Except there was an epilogue where we see Jean go back to the island of fairy people one last time to learn more about them. At some point in the future he comes back and founds a religion based on them and the Presence. This is considered the right thing to do, since Monism was a religion of Earth, and what the people of Harmony need is a religion for their own planet.

And that was the story.

What the crap, book? You had me going for a while there. I was expecting a sort of planetary adventure story about a castaway learning about the world and then coming back to teach the colonists the error of their ways. I was basically expecting something a little bit more clichéd than what I got. So why am I so mad that I got something else?

Well, I’m mad because the something else I got was completely nonsensical. It was all over the place, like Syd Logsdon had three or four short stories sitting around that weren’t selling, whereupon his publisher suggested he just throw them together into a book and see if that sells instead.  I really just don’t get it.

But I’m also mad because this book had, at its foundation, some pretty good ideas! It had some good, original thinking in it that just went to insanity. I liked the ecology of the planet. I liked the religious elements (up until the fairy people thing, at least), and I liked the human drama elements. A lost colony isn’t a new idea for a science fiction novel and wasn’t then either, but Logsdon brought some interesting things to the table and I respect that. Unfortunately the story just didn’t work at all because it zipped around for point W to point T to point F with no greater, overarching point.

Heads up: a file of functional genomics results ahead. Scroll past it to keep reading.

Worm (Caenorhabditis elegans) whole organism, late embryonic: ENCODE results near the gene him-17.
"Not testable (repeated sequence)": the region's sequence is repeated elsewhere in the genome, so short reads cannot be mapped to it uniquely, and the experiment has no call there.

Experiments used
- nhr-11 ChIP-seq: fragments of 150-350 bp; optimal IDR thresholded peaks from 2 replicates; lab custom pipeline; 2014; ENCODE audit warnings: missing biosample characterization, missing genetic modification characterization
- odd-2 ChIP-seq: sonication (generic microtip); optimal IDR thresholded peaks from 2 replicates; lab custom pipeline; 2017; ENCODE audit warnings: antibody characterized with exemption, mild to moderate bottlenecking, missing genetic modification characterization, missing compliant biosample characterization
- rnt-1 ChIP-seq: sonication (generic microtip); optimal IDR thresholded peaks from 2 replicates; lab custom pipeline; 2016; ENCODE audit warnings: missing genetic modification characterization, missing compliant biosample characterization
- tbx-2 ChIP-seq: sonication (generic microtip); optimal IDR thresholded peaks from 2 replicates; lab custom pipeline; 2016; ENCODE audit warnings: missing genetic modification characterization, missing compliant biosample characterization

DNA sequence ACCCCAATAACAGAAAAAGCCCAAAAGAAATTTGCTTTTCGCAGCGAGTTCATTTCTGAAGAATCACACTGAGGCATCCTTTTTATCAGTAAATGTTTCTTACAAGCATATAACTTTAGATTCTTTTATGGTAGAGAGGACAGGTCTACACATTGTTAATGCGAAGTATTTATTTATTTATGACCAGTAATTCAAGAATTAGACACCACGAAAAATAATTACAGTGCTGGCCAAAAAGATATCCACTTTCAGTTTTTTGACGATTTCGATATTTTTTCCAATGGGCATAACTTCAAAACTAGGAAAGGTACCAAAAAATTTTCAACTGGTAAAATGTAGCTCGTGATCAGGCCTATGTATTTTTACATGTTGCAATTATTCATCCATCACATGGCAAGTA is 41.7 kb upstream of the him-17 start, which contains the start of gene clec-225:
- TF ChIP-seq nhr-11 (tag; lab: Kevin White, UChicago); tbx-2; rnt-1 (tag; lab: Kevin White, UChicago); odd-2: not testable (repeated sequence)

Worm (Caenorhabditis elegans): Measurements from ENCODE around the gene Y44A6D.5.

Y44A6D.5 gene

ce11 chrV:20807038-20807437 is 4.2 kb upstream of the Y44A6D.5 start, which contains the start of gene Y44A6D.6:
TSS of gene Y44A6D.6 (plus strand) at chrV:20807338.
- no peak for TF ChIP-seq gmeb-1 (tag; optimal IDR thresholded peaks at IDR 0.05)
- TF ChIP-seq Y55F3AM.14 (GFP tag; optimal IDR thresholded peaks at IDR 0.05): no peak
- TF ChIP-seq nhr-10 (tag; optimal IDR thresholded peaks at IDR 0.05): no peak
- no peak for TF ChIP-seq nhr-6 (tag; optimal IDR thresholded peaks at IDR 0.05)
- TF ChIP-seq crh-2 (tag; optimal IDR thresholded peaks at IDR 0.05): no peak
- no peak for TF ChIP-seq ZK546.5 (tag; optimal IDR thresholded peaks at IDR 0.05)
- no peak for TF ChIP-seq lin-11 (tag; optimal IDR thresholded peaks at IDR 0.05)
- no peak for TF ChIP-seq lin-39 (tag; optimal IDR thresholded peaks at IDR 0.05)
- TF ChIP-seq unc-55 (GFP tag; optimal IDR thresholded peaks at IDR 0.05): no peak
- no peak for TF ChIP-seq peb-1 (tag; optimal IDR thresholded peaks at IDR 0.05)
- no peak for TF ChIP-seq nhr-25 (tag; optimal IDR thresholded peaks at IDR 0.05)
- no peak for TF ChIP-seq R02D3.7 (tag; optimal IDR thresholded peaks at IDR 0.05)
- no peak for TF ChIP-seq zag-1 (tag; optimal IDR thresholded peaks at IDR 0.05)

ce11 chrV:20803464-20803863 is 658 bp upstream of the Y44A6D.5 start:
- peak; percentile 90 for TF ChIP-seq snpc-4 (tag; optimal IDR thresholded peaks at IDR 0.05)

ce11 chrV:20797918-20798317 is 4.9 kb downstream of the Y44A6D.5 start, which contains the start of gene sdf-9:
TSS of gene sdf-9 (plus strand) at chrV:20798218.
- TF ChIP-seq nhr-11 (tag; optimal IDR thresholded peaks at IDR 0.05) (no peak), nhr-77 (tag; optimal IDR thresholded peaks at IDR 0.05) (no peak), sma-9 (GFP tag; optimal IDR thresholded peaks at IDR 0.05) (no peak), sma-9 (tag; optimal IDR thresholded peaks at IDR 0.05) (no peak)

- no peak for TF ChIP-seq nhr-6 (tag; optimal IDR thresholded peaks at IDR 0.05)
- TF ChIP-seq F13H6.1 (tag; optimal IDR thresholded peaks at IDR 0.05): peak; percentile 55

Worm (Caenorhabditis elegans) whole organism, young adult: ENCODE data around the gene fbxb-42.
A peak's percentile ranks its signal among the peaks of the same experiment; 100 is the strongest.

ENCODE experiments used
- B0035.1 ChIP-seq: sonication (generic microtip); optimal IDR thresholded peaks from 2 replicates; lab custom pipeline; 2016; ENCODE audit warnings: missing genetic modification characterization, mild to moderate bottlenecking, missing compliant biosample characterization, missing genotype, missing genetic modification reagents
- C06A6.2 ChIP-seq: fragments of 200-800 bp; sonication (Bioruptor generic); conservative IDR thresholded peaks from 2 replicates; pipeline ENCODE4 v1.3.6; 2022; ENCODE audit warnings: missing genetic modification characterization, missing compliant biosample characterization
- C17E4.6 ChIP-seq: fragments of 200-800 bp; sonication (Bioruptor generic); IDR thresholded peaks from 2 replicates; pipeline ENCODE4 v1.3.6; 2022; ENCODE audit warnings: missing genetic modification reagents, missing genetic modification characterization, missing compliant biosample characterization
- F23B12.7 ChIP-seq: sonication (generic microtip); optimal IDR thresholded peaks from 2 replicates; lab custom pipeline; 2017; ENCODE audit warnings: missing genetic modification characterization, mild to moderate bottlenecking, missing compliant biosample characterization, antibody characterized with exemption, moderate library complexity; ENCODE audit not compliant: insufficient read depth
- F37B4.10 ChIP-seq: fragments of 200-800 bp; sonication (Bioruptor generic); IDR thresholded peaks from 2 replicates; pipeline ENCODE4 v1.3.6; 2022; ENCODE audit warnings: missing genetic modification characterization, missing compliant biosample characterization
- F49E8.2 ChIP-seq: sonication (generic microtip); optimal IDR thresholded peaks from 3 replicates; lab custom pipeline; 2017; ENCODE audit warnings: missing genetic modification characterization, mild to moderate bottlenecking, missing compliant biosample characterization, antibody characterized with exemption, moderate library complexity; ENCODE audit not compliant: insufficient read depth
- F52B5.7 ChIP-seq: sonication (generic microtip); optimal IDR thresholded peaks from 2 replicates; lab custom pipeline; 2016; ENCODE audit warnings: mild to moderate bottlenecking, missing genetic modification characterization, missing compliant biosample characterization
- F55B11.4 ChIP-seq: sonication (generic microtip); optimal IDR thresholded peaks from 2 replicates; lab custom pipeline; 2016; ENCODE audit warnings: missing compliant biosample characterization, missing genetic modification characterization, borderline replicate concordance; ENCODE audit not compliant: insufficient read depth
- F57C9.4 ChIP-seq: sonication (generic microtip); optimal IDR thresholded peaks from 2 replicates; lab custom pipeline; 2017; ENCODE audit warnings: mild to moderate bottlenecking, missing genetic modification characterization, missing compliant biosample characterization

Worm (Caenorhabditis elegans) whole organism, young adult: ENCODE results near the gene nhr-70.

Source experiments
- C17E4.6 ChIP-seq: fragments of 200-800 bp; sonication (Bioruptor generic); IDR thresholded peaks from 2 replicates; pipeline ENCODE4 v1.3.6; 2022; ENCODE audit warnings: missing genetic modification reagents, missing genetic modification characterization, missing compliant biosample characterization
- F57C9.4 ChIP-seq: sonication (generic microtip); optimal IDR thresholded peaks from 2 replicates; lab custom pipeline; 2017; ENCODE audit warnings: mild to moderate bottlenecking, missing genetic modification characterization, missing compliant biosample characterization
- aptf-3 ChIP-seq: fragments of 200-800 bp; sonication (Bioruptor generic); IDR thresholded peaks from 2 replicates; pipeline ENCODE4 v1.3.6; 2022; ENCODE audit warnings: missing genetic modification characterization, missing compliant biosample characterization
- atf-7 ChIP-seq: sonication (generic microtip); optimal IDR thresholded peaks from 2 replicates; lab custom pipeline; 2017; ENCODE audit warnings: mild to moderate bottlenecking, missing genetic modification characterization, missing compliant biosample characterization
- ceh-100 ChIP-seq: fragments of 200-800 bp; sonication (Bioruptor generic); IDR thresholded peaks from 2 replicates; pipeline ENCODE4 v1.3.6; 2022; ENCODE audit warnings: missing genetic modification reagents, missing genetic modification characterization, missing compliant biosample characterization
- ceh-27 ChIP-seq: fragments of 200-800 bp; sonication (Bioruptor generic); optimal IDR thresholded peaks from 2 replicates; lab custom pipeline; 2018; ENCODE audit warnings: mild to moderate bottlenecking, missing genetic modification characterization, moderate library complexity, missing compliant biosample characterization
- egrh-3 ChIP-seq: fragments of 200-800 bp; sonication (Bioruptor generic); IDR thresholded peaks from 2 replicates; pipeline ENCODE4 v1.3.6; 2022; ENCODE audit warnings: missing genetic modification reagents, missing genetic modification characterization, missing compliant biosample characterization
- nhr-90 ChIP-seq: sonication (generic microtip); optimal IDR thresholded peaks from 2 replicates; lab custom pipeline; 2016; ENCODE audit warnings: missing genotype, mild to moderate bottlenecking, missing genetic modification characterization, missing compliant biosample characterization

The Encyclopedia of Science Fiction tells me that Logsdon wrote two sci-fi novels, the other of which, A Fond Farewell to Dying, looks really really interesting. Something about cloning and Hindu religion and whatnot. I find fiction that analyzes the implications of technology and science on religion immensely fascinating, and I think it would be right up my alley. Jandrax also takes a look at religion, but in a way that felt like it didn’t have anything to say other than “Haha religions make people do evil and stupid things, even when they’re well-meaning.” Most of the time I’m willing to agree with a statement like that—mainly on the grounds that people just like to be stupid and evil and religion is a pretty good excuse—but if that’s the whole point of having religion in your book, you’ve lost me. Give me something interesting.